3. Limewire, Azureus, Kazaa, and the like made me into the audiophile I am today. Without them, I doubt I would have discovered the range of musical influences I care so much about. What made these tools so valuable that the record companies couldn’t provide was exploration at low cost. That’s why I was so happy to see legitimized apps like Spotify and Pandora make music exploration possible in the modern age. Today, I would never give up Spotify. Blockchain has a ton of potential to disrupt the industry as @mpduplesmba mentioned in the previous comment. I think the potential for disruption will come on the production and collaboration side of the music industry, rather than the distribution as Blockchain tech allows composers and musicians to claim their digital IP and protect it from being ripped off by major artists and labels. Great post!

  4. So I guess Taylor Swift had a point after all? This was a really great post and gave a terrific outline as to how we got to present day with streaming music services. In the case of Spotify, I think the most interesting thing to look at is the company’s upcoming underwriter-less IPO. Getting a chance to see how the market views the growth prospects of this company will really tell a lot about the future success/any possible disruptions within the music streaming industry.

    As has been discussed above, I think the true possibility for disruption within this industry is through the distribution patterns. I think that Apple Music and Spotify have done a good job creating a premier experience for the user on their respective platforms. Now that these companies have done the research and made the necessary developments to appease the user, the next hurdle they will have to climb to get to the next level is to work with the artists. Without the new content being created by the artists, Spotify and Apple Music would not be as attractive to consumers.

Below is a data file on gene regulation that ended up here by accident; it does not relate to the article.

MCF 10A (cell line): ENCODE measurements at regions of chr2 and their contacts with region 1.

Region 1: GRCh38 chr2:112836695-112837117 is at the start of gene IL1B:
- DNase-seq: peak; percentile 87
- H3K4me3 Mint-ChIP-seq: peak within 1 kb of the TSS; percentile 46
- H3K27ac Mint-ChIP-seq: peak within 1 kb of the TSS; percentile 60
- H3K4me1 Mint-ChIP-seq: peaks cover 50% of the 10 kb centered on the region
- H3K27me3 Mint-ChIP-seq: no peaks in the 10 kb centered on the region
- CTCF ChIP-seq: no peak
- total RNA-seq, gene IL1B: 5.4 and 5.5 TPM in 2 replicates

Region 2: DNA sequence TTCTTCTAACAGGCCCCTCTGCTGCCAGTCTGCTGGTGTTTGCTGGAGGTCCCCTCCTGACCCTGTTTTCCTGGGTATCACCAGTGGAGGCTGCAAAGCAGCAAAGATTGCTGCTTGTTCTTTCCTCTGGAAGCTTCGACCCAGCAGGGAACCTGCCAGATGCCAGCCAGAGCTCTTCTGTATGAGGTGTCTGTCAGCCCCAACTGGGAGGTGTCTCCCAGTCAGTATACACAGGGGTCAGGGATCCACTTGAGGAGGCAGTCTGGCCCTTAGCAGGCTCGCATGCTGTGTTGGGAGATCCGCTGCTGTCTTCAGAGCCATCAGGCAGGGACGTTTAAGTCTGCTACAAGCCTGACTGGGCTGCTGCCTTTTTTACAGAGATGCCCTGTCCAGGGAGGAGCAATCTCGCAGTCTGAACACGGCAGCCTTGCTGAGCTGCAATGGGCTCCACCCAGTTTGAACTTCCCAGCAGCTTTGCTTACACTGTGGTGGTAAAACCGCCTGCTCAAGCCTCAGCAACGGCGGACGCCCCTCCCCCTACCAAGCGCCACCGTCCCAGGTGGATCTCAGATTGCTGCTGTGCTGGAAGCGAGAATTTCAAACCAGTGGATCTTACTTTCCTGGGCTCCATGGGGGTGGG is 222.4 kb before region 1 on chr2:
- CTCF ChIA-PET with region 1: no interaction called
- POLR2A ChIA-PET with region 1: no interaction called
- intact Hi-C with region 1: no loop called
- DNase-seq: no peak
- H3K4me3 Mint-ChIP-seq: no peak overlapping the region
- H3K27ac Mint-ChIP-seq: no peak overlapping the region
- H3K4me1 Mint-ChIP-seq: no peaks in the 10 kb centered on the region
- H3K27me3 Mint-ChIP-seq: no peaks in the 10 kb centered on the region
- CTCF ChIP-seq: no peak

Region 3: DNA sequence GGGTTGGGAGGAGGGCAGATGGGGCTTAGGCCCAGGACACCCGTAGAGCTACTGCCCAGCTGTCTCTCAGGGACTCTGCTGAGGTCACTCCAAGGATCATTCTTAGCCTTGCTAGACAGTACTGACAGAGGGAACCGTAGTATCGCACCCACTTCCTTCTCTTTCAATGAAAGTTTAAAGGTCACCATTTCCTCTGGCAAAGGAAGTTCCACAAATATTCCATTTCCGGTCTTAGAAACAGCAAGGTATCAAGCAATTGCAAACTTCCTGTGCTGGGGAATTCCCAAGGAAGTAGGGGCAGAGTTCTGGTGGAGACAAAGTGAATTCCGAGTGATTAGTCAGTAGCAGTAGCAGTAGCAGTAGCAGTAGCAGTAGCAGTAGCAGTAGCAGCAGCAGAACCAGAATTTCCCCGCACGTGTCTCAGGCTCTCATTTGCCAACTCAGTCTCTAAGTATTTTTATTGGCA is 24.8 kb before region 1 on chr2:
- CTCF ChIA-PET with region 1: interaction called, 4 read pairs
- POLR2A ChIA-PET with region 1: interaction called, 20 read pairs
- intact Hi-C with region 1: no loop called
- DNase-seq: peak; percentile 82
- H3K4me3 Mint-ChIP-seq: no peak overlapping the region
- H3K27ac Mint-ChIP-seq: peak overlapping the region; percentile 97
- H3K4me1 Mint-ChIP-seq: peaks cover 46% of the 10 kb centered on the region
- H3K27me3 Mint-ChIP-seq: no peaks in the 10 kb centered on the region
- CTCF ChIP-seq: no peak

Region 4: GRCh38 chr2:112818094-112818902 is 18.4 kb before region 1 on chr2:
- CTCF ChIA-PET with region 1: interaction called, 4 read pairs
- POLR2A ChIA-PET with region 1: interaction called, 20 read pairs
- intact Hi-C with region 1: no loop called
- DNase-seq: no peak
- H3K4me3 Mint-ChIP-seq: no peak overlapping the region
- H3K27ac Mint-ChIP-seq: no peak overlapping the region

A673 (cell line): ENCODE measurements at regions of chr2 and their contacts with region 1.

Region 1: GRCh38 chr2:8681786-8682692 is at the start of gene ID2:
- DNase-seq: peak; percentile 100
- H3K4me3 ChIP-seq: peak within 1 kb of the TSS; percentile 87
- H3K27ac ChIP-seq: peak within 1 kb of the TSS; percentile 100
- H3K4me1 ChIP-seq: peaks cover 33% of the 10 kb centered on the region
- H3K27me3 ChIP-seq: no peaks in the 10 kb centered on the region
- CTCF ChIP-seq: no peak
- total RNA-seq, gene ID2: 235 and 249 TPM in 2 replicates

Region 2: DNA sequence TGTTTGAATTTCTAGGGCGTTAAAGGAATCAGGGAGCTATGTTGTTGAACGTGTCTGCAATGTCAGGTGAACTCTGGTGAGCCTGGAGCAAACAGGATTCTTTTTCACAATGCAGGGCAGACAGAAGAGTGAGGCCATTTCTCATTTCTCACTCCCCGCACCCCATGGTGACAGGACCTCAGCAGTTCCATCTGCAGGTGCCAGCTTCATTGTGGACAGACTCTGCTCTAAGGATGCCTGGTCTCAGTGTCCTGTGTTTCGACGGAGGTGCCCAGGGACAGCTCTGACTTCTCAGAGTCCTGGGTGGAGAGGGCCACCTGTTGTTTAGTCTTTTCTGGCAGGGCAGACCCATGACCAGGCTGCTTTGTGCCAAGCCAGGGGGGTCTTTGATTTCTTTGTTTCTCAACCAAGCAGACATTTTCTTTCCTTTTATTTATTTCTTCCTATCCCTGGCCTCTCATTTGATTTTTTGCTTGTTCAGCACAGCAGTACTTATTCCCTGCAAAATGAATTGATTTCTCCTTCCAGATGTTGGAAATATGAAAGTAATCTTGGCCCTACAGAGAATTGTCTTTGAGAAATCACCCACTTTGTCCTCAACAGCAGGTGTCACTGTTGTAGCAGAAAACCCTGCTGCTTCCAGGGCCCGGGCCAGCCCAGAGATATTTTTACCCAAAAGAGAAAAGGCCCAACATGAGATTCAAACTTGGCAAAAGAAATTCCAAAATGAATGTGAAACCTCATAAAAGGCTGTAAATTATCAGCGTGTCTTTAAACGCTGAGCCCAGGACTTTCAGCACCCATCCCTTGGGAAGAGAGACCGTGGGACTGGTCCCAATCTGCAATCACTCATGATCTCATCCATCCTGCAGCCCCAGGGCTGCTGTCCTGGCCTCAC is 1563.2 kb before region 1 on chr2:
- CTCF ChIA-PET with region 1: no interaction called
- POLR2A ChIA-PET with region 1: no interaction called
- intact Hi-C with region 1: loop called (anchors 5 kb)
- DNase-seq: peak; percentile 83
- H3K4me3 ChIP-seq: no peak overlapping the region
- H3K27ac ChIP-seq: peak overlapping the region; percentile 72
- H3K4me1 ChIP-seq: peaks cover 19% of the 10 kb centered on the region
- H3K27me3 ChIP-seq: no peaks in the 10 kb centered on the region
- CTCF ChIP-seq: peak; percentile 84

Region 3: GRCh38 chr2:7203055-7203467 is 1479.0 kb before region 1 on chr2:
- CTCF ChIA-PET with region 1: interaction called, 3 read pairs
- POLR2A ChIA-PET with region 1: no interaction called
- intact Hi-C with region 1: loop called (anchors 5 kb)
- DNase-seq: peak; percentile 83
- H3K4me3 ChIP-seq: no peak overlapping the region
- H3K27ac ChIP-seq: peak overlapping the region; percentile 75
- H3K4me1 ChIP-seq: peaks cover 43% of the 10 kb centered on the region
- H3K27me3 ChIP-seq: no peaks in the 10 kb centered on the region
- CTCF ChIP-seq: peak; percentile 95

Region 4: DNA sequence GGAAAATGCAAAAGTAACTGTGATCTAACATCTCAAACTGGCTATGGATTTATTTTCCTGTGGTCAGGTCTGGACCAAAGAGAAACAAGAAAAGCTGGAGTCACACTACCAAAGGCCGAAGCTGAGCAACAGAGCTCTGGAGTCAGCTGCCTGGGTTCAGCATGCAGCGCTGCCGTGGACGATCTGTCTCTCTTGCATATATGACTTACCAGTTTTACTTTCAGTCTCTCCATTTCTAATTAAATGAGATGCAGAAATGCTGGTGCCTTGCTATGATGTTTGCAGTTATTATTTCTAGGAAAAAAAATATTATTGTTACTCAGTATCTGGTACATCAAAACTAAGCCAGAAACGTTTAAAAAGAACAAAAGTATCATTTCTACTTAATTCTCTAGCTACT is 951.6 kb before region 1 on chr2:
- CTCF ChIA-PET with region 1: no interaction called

5. Nice post. I think the bottom line is that artists making money off recorded music is a thing of the past. The real money is in live shows, and the more your music can get out, the more you can charge for those shows.

  6. Streaming services definitely have changed the music industry a lot. Free streaming, in particular, have benefited the public since we have access to music we love for free. However, it caused problems for artists who believed their intellectual properties (songs) have been stolen so easily. In old days, buying CDs and tapes were how we listened to music. Now, we “download” music. As a result, as professor Kane said, “making money off recorded music is a thing of past.”
    As I read an article about “battle of bands on social media” where groups of artists are utilizing social media platforms to communicate with fans and spread their songs. More and more people are watching entertaining videos on social media. I actually have known new artists after watching their music videos or live concerts on Facebook. Increasing music exposure to fans through social media to attract many fans has become one of trends in music industry.